If you mean toxic to humans and other animals, then no, this is flat out wrong. Glyphosate (the active chemical in Round Up) is far less toxic to animals than alternative herbicides, and it breaks down in the environment much quicker. If farmers have to use herbicides (and there is no way to come close to the yields you want without them), then we (farmers, consumers, and everyone else) are all better off with Round Up than the other choices.

  7. #7 Crosius
    April 24, 2008

    It’s not had to get the “conspiracy” bump all a-tingle with this article.

    After all, if it makes sense for Monsanto to sterilize their seed stock to generate annual sales, it makes sense for them to decrease yield to sell 10% more seed every year.

    It’s exactly the kind of “incremental suck” the DRM/music community sees when a distributer creates a de-facto monopoly.

    The product does something good at first to get customers. After the company achieves lock-in, they start to turn the screws and shift all the margins into their bank accounts, until their customers leave for the “next big thing.”

    So what’s the agricultural equivalent of P2P-swapping MP3s?

  8. #9 coby
    April 24, 2008

    outeast said: “But either way, that’s not a problem with GM but with our priorities”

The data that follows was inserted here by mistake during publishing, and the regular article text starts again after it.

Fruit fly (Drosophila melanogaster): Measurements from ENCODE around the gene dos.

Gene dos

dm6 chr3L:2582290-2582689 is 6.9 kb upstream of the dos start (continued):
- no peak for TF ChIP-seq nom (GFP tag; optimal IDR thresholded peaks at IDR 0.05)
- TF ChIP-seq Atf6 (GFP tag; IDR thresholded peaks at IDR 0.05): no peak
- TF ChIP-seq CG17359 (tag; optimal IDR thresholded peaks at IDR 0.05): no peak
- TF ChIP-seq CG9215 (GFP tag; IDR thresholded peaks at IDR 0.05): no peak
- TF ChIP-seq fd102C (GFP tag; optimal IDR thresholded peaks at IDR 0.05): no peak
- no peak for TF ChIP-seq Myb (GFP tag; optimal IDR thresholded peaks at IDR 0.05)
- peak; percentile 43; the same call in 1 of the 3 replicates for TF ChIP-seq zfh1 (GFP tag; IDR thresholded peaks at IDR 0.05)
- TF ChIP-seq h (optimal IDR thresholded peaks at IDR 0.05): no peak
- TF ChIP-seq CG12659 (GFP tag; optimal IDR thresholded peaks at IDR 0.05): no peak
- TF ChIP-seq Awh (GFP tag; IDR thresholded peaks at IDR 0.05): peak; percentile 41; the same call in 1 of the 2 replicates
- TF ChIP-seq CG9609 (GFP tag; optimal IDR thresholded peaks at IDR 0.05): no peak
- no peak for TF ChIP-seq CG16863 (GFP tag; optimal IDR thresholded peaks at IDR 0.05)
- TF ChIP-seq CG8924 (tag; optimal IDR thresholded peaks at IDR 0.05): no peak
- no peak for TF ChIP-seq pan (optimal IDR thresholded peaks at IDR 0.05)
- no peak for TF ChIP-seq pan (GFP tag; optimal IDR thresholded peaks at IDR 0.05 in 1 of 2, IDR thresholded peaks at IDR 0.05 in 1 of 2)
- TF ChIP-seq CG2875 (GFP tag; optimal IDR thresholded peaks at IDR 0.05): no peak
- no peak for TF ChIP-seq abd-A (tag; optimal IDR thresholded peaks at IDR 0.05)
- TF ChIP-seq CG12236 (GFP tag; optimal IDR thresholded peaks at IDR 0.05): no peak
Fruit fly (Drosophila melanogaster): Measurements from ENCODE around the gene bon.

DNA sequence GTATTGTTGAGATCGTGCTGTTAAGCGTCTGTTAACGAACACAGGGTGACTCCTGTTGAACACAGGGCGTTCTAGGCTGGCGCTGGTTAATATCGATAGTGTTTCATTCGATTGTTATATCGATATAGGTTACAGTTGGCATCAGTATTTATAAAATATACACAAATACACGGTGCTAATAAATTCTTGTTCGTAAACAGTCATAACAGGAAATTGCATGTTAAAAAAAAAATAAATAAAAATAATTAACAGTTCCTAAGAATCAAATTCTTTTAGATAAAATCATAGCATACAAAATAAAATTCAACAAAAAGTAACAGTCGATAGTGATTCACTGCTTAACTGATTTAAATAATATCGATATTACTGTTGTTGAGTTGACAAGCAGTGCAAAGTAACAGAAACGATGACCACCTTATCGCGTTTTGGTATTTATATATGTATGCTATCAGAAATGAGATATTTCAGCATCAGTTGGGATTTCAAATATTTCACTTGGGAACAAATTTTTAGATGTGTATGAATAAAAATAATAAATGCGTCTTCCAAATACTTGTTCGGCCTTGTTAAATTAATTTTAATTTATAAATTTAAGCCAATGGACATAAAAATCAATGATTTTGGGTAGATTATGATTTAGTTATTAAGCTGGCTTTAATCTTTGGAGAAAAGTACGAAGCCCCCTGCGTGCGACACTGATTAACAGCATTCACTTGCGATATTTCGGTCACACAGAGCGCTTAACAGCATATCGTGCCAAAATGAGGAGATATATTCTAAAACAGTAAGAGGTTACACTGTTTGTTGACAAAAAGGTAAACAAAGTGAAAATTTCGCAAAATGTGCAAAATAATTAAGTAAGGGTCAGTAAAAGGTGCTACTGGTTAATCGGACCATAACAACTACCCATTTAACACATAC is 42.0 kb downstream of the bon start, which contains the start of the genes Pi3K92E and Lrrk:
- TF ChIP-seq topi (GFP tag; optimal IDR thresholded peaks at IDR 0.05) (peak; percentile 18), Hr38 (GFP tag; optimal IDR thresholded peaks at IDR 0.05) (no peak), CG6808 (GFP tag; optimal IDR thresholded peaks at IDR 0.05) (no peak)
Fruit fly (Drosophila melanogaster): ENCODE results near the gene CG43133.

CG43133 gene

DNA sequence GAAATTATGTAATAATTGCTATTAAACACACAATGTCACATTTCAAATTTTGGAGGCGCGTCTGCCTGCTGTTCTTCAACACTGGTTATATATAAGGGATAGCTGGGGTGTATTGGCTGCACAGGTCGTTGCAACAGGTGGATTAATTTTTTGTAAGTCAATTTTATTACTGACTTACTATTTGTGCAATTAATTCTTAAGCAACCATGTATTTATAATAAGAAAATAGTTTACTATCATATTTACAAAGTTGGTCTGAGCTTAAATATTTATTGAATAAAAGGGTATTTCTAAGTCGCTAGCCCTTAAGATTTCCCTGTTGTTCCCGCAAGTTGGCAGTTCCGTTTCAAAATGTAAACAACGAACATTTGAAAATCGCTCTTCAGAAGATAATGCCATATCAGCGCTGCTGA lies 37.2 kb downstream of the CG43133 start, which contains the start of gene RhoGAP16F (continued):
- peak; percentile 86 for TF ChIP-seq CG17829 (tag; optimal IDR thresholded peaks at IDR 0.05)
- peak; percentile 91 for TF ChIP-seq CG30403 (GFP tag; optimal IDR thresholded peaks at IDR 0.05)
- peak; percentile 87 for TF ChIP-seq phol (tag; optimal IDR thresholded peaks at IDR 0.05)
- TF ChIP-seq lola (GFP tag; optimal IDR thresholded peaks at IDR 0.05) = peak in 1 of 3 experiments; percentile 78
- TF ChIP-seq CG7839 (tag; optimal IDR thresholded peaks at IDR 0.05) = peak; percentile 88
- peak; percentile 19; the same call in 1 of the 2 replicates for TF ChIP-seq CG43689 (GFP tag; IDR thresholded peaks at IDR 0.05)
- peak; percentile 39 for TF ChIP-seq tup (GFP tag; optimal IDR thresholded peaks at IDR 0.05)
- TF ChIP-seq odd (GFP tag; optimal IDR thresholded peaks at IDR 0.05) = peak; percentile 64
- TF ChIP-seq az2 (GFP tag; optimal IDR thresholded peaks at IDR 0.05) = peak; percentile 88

I heartily agree with this, that is really my main concern with GM. That and the way patent laws have been rewritten in recent decades with regard to this issue.

    Tex: I meant toxic to plants. Round up kills regular crops, right? Roundup Ready was engineered so you could spray otherwise toxic chemicals all over your crops and they would survive where weeds would not.

    Considering the results of these studies, it would seem that this is not an effective strategy in terms of increasing yeilds, which would seem to me to be the right goal given the world’s food situation. As for why intelligent farmers would chose this method despite descreasing yields, it is probably because what GM soy + Round up does is decrease the cost per bushel of growing soy. Lower yields at higher profit must still allow for greater profit.

    This is a case in point for why the “Free Market” is not always the best regulator of all human activities.

  9. #10 Shiritai
    April 24, 2008

    “Shiritai: “saying that genetic modification of crops will always lead to decreased productivity is an outright lie”
    …perhaps, but no one said that. But your point is well taken, one (well several apparently) study about one kind of crop does not mean all crops will be the same. So do you have some scientific evidence showing the contrary?”

    Ahem. You said, “another major study has found that GM crops are actually worse in terms of total production than conventional crops.” You did not specify Monsanto GM soya; you used the blanket statement “GM crops.” Granted, the article makes the same mistake.

    Anyways, my point was that it makes no sense that a change in genotype will result in decreased production. While it is entirely possible that adding herbicide resistance results in lower production, and it’s even possible that Monsanto purposefully lowered the yield, implying that genetic modification can’t increase yield is just silly. Do you think that corn naturally produces so many kernels? That was the product of centuries of artificial selection. All GM does is save us from waiting for the desired mutation. Stuff like golden rice has incredible potential.